Summer is here, and fresh produce has flooded the aisles of supermarkets and grocery stores everywhere. But nothing beats the joy of browsing at a farmers’ market, surrounded by the sights, sounds and smells of straight-from-the-farm vegetables and fruit, homemade cheese, preserves and jellies, even baked goods.
A great way to support the local community and economy, whether it is the agricultural, livestock or the dairy sector, these wonderful markets can also be the perfect opportunity to make the switch to healthy living. Buying produce that is fresh, most often organically grown, and with minimal or no processing, you are guaranteed food that’s wholesome and safe for the entire family.
We tell you how to navigate these exciting venues, engage with the community, eat healthier, and teach your children about the origins of their food.
Prepare For The Experience
Before you leave the house, ensure that you have enough cash in small bills. Carry several shopping bags that are reusable; it might also make sense to place a cooler in the car. Arrive early to get the best, freshest variety, but know that the best bargains are up for grabs just before closing time.
Lose The List
Forget about making a list because the biggest thrill of a farmers’ market is the chance of discovering unusual and heirloom produce. Be open to experimenting with new fruits and vegetables as a way to expand your cooking repertoire. Ever made pesto with arugula instead of basil? Now’s the time to try.
Grocery store and supermarket shopping has reduced the amount of interaction that was the norm in the old days, when you knew the people raising the food you ate. Farmers’ markets encourage you to engage with the folks tending to your food—they can teach you a lot about what it’s like to connect with the earth.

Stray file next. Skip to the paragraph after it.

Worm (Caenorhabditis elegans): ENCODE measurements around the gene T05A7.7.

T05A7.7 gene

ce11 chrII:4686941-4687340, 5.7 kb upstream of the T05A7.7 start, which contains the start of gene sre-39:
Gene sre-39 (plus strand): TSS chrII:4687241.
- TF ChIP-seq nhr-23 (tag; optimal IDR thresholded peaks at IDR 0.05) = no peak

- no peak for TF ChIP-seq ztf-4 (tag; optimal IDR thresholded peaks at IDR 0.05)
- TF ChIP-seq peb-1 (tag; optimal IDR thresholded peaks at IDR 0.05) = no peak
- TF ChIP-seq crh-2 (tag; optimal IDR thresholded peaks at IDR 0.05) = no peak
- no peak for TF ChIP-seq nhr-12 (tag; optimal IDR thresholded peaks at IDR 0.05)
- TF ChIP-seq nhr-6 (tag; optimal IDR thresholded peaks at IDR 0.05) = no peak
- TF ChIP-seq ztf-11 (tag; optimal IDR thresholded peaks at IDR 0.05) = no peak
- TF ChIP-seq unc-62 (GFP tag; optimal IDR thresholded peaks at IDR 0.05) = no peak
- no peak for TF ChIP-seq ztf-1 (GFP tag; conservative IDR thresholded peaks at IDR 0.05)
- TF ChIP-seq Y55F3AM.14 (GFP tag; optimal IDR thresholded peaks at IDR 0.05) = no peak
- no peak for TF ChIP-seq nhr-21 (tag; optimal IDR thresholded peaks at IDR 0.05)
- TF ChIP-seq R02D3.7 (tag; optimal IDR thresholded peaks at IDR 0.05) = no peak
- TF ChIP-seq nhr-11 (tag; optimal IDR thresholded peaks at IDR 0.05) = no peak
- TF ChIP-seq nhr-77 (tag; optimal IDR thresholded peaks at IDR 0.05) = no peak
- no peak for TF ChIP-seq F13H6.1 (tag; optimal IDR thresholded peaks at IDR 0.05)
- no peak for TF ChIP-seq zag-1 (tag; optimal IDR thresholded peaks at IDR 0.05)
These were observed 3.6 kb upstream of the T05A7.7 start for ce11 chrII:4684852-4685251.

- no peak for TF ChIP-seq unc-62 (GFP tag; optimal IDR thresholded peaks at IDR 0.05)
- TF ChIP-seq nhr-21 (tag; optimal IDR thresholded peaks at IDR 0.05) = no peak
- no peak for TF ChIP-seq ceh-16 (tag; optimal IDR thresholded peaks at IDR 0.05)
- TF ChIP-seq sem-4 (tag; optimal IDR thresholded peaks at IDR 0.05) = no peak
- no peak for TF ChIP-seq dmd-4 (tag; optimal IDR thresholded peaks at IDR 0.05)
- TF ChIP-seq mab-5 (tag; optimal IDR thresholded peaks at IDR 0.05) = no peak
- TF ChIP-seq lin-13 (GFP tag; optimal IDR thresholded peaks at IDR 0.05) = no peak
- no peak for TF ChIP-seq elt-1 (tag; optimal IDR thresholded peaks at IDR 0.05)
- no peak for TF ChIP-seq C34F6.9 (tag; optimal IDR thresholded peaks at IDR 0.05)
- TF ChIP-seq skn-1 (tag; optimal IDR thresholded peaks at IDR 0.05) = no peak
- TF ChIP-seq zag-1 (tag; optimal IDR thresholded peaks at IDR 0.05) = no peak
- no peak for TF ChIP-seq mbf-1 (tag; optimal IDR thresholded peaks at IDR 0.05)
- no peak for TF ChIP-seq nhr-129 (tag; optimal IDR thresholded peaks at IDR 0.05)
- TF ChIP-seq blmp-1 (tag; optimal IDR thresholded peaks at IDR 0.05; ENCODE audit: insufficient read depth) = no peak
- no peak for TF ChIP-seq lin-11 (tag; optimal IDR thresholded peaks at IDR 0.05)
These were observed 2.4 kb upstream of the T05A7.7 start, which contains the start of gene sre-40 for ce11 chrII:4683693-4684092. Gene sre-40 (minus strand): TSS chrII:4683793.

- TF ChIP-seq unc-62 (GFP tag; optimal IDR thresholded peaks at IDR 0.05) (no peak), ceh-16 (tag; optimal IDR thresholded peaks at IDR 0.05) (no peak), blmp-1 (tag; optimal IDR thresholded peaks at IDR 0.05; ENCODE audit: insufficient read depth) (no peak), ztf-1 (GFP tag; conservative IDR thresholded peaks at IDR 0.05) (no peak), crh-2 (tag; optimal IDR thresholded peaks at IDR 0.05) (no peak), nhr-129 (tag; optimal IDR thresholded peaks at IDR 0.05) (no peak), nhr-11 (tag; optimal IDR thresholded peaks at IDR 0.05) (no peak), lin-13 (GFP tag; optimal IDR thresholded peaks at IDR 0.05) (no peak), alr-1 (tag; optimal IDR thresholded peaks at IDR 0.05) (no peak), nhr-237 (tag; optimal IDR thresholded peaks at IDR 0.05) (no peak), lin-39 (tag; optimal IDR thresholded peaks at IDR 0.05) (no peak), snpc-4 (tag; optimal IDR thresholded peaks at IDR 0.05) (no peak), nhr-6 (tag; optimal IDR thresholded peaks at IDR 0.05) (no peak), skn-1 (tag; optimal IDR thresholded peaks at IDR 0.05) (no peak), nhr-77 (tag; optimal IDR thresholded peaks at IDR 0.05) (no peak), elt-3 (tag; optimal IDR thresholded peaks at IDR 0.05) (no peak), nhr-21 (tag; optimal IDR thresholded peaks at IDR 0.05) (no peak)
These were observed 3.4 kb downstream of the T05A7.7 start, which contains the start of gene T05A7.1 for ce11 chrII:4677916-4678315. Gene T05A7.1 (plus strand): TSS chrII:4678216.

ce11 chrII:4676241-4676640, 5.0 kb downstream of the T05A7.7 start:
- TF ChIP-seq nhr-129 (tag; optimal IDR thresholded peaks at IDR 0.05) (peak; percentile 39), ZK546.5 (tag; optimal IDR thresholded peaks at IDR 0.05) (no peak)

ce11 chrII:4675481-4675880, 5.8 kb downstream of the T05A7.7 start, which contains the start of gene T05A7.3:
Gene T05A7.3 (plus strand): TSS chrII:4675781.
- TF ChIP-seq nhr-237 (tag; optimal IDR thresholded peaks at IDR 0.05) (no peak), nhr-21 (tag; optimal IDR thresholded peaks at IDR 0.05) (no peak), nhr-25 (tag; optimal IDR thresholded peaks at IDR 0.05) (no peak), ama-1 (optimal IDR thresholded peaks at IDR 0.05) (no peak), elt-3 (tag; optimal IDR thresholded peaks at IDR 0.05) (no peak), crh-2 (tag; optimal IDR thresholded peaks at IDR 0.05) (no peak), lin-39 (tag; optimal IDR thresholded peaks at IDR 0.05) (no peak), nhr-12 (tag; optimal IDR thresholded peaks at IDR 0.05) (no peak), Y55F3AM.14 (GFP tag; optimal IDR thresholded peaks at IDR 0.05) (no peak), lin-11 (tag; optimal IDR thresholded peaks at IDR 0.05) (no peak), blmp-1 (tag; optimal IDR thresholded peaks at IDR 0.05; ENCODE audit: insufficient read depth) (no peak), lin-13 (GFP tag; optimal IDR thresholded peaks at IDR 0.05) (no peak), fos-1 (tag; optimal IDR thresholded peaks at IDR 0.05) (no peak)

Track Your Expenses
Don’t be alarmed to note that produce grown organically, sustainably and in small numbers is going to be more expensive than mass produced, factory-processed fare. Ask the price before you pick items up, and remember that it’s better to indulge in a small amount of high-quality stuff than to buy tons of cheap, but inferior produce. Take solace in the fact that your money is supporting local farmers who get just 19 percent of every dollar spent on US-grown food, according to USDA estimates.
Conduct A Taste Test
Unlike supermarkets where everything is packaged, boxed and bottled, you can actually sample the goods at farmers’ markets, where stall owners will encourage you to stop, smell, and taste before you buy. The freshness of most produce is evident and there’s no need for chemicals, shrink wrap or freezing to expand their shelf life, the way it’s usually done in supermarkets.
Educate Your Children
This is the right place to teach your children about the origins of their food and its value, as opposed to them seeing their food arrive in paper, plastic or Styrofoam packages. They’re also more likely to eat more fruit and vegetables if they help pick them out themselves.
Learn From Your Elders
Grandparents can be invaluable sources of information on regular and even unusual fruit and vegetables, and how to pick, store and cook them. Their advice and involvement is crucial to building stronger family bonds, and a farmers’ market is a great place to experience the simple joys of interacting with others.
Don’t Get Stuck On Labels
Buying organic should not be the sole goal here, since a lot of farmers may not have the necessary certification. Even though they are unlikely to use chemical sprays or pesticides, getting certified as organic is an expensive and tiresome process they may not be willing to go through. When in doubt, simply ask the farmers about their farming practices and they will be happy to share that information.
Stretch It To The Limit
Buy a little more than you plan to use immediately, and then go ahead and pickle, jar or freeze the extras. These can later be added to baked dishes, salads, smoothies or cocktails. Jams and sauces are another great way to make foods last longer.
Give Back To The Earth
In what can only be described as coming full circle, the produce you buy should go to their rest in the soil. Peels, pits, shells and trimmings can be composted. The practice is known for preventing pollution, cleaning up contaminated soil, and reducing the need for fertilizer and pesticides.
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